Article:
Yet this current moment in our Western world — the most democratic, prosperous and healthiest age in all the long history of humankind — is to some degree the product of those changes. And while there were surely pleasures to the preindustrial life, it required an awful lot of serfs and slaves to bear those pleasures on their backs.

At least one artist understood this. Ayn Rand’s massive philosophical novel “Atlas Shrugged” has been languishing in Hollywood development for years, and it’s easy to see why.

Her depiction of heroic capitalists with romantic names like Dagny and Galt facing down grasping political looters hilariously christened Mouch and Boyle presents a different ideology from the left’s entirely.

Rand understood that money, trade and honest self-interest are the ways humans interact when they are not relying on force, theft and puling connivance. She understood that an industrialist who makes a product, a capitalist who funds him and a consumer who exchanges his cash for their goods are operating in a peaceful and mutually profitable system of free will — as opposed to governments that loot the profits of those exchanges backed by the threat of imprisonment.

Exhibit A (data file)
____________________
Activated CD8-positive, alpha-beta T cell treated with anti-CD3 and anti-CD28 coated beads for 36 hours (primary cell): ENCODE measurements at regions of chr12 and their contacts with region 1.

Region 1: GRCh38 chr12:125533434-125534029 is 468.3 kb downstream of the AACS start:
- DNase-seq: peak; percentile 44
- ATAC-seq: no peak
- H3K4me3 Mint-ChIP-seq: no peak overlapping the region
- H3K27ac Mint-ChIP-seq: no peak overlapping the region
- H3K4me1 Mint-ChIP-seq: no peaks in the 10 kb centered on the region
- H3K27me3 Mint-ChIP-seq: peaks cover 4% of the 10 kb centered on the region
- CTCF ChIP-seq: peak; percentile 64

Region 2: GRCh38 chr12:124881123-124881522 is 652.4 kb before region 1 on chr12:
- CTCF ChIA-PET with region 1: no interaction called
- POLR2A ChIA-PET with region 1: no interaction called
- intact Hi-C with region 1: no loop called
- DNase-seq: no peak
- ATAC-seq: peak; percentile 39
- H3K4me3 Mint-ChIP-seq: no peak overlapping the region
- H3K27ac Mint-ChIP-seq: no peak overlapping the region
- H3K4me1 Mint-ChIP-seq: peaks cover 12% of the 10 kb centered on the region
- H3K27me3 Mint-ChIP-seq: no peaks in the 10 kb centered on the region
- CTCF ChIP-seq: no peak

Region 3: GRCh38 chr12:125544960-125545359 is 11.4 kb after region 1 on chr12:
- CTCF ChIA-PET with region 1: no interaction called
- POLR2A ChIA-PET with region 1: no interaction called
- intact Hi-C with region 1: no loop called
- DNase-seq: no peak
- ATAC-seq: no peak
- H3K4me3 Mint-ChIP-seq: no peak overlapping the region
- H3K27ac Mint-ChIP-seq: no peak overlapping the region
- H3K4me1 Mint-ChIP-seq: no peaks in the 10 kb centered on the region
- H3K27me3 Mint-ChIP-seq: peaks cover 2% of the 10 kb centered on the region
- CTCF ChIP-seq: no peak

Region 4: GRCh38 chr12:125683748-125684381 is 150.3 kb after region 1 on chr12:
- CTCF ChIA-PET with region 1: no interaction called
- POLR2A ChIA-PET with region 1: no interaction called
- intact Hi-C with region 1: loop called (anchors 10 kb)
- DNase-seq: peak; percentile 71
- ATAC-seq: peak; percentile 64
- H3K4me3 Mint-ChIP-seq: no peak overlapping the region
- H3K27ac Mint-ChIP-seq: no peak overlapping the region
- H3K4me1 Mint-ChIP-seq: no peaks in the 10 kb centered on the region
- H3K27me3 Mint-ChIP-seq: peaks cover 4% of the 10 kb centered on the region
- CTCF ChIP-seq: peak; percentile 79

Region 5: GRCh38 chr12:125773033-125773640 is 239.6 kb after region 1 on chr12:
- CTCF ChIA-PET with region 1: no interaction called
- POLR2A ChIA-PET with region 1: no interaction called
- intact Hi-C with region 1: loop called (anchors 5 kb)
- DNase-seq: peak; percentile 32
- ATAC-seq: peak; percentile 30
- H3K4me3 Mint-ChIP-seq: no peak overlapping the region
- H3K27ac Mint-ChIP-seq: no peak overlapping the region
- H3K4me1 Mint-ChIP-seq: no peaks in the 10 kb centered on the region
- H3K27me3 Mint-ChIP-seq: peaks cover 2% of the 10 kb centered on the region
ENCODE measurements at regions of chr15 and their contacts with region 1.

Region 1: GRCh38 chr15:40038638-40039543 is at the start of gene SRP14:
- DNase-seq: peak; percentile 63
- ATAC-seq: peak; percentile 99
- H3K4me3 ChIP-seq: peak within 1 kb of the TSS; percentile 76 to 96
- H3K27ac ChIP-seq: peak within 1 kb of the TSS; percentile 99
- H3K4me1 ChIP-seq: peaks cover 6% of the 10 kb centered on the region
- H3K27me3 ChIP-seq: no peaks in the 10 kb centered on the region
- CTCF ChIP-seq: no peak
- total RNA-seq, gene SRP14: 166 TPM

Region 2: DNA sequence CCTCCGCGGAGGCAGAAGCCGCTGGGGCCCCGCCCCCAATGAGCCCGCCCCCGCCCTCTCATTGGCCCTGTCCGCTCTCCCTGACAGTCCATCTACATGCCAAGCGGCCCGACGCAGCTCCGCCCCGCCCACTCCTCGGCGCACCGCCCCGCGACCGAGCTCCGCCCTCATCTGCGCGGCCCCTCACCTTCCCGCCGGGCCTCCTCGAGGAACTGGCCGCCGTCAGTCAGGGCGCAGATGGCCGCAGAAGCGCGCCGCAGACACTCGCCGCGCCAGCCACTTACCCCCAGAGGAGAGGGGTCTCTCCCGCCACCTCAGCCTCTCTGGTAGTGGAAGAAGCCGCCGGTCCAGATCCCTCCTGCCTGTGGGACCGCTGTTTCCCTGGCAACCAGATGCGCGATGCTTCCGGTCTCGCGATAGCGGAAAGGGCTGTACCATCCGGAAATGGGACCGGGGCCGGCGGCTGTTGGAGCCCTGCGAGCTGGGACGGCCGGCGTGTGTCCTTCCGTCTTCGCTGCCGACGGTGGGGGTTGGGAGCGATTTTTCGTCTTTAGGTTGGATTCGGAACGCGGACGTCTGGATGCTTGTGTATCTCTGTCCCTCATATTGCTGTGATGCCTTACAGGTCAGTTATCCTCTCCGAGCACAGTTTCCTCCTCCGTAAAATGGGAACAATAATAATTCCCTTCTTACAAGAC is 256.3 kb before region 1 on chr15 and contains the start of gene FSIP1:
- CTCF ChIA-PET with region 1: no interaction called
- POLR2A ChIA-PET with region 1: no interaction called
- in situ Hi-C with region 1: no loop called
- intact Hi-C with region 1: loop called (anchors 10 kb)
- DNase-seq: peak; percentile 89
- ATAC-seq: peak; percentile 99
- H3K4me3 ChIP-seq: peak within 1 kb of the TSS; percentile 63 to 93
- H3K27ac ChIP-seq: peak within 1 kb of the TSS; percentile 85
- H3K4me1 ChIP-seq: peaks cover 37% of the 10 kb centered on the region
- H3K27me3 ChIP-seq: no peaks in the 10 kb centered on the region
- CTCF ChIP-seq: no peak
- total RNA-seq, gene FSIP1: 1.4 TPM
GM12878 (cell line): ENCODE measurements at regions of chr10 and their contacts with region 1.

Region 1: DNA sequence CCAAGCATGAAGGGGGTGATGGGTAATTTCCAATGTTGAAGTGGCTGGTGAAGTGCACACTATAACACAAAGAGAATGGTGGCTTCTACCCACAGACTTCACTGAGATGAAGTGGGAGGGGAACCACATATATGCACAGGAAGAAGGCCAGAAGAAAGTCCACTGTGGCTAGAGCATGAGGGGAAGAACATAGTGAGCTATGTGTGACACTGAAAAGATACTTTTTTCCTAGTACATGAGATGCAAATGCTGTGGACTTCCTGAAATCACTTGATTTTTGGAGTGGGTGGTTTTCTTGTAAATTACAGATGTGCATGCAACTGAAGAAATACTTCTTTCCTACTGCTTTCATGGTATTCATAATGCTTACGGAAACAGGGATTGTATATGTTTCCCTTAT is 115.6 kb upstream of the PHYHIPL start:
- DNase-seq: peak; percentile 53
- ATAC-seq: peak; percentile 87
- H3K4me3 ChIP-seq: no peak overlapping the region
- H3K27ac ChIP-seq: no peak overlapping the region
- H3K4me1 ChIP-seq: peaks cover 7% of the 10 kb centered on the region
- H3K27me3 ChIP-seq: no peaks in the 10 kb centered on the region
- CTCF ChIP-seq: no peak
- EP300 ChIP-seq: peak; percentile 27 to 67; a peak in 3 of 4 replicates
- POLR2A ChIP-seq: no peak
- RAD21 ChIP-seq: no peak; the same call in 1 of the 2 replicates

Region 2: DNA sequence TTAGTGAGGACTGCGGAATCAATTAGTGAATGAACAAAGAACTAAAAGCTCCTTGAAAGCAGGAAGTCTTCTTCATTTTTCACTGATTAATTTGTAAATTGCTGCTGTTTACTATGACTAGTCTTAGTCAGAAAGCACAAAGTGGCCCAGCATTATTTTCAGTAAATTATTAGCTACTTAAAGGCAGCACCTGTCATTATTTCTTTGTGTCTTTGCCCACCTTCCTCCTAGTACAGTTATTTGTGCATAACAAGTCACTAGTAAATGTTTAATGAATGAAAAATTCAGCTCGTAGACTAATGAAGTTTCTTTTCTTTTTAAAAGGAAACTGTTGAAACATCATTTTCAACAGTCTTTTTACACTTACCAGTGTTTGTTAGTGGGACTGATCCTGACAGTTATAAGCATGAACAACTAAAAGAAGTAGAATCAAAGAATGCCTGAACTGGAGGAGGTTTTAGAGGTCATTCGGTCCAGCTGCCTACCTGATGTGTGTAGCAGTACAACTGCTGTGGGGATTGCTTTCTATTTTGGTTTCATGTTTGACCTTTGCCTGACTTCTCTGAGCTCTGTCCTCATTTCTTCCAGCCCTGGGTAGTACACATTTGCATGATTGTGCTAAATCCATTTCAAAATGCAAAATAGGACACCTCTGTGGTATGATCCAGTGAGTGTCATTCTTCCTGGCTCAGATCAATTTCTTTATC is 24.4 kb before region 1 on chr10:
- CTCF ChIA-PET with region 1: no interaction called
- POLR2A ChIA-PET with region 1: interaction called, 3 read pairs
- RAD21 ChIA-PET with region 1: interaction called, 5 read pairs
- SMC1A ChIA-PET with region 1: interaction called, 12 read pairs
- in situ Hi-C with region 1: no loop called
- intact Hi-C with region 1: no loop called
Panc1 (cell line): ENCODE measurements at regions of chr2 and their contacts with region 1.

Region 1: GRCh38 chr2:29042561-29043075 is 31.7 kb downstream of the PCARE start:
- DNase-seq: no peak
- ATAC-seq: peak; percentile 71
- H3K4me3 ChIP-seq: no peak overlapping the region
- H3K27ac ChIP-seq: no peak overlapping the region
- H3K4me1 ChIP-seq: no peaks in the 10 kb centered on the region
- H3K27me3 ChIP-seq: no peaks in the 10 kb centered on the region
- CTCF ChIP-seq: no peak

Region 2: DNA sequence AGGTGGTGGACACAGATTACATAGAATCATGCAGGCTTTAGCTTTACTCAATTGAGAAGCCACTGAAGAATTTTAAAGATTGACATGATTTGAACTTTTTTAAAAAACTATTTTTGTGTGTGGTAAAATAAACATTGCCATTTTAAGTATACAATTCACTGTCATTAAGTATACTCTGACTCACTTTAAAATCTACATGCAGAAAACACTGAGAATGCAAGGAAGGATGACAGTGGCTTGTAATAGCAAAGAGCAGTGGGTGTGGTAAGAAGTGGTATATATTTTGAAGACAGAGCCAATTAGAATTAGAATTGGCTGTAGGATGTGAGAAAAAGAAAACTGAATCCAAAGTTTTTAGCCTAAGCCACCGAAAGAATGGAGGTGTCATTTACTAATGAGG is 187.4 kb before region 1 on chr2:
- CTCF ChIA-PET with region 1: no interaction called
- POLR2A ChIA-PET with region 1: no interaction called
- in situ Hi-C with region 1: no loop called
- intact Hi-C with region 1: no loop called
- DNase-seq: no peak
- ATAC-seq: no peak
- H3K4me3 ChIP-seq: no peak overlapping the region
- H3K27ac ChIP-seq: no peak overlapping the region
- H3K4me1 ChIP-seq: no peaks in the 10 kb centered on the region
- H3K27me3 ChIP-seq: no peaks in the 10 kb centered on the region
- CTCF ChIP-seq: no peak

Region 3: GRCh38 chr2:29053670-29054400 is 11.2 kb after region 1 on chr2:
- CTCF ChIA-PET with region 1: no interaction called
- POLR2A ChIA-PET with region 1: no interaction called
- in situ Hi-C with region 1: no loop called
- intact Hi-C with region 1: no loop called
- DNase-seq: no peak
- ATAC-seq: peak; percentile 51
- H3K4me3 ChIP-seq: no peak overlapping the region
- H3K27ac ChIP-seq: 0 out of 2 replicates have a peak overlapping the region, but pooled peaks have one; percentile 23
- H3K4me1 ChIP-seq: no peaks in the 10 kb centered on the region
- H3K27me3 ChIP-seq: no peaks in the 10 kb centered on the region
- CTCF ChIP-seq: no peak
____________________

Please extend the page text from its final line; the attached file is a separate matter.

That may be an oversimplification, but it’s not an untruth. Big Business is responsible for far more of the good in our lives than Big Government ever will be. And if the businessmen who run Hollywood can give us their endless legions of Geckos, it wouldn’t kill them to give us an occasional Galt as well.

Andrew Klavan’s new novel is “Empire of Lies.” His Web site is

Some journalists are profiting by bashing big business
By Amy Menefee

People are suffering. The economy is bad. And businesses are out to get you. That’s the gist too often of mainstream business news reporting.

A survey last year for the Los Angeles Times and Bloomberg News found that 62 percent of those surveyed thought American chief executive officers were either “not too ethical” or “not ethical at all.” It isn’t surprising. Americans are bombarded with anti-business news in print, online and on TV.

Journalists seem to forget that even they work for companies built by entrepreneurs. Certain reporters and anchors stand out in their antipathy toward business. A look at their tactics is instructive for news consumers who want the whole story.

1. Brian Ross – ABC